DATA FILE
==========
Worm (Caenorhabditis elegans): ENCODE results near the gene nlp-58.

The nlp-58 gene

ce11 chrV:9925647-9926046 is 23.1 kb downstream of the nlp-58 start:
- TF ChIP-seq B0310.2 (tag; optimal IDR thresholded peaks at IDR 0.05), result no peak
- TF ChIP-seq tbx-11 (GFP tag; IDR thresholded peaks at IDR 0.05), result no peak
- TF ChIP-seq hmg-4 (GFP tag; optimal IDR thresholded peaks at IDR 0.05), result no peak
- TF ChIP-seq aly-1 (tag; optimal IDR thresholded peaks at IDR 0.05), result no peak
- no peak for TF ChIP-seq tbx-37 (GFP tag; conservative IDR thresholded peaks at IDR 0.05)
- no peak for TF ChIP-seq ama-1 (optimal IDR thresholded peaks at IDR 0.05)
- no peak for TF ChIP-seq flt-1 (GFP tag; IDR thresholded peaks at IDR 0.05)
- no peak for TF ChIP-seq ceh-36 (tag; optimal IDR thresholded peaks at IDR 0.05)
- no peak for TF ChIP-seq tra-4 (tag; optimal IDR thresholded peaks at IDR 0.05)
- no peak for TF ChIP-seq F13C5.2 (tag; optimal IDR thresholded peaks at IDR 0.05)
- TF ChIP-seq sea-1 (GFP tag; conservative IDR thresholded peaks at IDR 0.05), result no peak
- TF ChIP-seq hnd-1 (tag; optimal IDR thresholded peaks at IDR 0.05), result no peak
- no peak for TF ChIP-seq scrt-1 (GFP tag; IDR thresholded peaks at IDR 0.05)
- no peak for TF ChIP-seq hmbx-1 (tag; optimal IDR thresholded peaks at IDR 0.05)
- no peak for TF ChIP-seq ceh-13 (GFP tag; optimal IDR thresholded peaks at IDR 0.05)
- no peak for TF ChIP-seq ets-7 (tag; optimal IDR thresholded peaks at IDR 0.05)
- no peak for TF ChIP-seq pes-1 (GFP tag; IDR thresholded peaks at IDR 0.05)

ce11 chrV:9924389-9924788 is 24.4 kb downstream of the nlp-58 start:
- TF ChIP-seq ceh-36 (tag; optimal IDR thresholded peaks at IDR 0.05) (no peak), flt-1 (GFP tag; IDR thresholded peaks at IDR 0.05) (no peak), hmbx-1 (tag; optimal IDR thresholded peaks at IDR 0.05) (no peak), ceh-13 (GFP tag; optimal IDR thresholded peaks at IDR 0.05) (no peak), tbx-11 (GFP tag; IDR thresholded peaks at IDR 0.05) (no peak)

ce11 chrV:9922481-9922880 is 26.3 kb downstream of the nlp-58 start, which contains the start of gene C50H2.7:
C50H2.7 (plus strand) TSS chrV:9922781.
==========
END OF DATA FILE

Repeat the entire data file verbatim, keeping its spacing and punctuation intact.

Worm (Caenorhabditis elegans): ENCODE results near the gene nlp-58.

The nlp-58 gene

ce11 chrV:9925647-9926046 is 23.1 kb downstream of the nlp-58 start:
- TF ChIP-seq B0310.2 (tag; optimal IDR thresholded peaks at IDR 0.05), result no peak
- TF ChIP-seq tbx-11 (GFP tag; IDR thresholded peaks at IDR 0.05), result no peak
- TF ChIP-seq hmg-4 (GFP tag; optimal IDR thresholded peaks at IDR 0.05), result no peak
- TF ChIP-seq aly-1 (tag; optimal IDR thresholded peaks at IDR 0.05), result no peak
- no peak for TF ChIP-seq tbx-37 (GFP tag; conservative IDR thresholded peaks at IDR 0.05)
- no peak for TF ChIP-seq ama-1 (optimal IDR thresholded peaks at IDR 0.05)
- no peak for TF ChIP-seq flt-1 (GFP tag; IDR thresholded peaks at IDR 0.05)
- no peak for TF ChIP-seq ceh-36 (tag; optimal IDR thresholded peaks at IDR 0.05)
- no peak for TF ChIP-seq tra-4 (tag; optimal IDR thresholded peaks at IDR 0.05)
- no peak for TF ChIP-seq F13C5.2 (tag; optimal IDR thresholded peaks at IDR 0.05)
- TF ChIP-seq sea-1 (GFP tag; conservative IDR thresholded peaks at IDR 0.05), result no peak
- TF ChIP-seq hnd-1 (tag; optimal IDR thresholded peaks at IDR 0.05), result no peak
- no peak for TF ChIP-seq scrt-1 (GFP tag; IDR thresholded peaks at IDR 0.05)
- no peak for TF ChIP-seq hmbx-1 (tag; optimal IDR thresholded peaks at IDR 0.05)
- no peak for TF ChIP-seq ceh-13 (GFP tag; optimal IDR thresholded peaks at IDR 0.05)
- no peak for TF ChIP-seq ets-7 (tag; optimal IDR thresholded peaks at IDR 0.05)
- no peak for TF ChIP-seq pes-1 (GFP tag; IDR thresholded peaks at IDR 0.05)

ce11 chrV:9924389-9924788 is 24.4 kb downstream of the nlp-58 start:
- TF ChIP-seq ceh-36 (tag; optimal IDR thresholded peaks at IDR 0.05) (no peak), flt-1 (GFP tag; IDR thresholded peaks at IDR 0.05) (no peak), hmbx-1 (tag; optimal IDR thresholded peaks at IDR 0.05) (no peak), ceh-13 (GFP tag; optimal IDR thresholded peaks at IDR 0.05) (no peak), tbx-11 (GFP tag; IDR thresholded peaks at IDR 0.05) (no peak)

ce11 chrV:9922481-9922880 is 26.3 kb downstream of the nlp-58 start, which contains the start of gene C50H2.7:
C50H2.7 (plus strand) TSS chrV:9922781.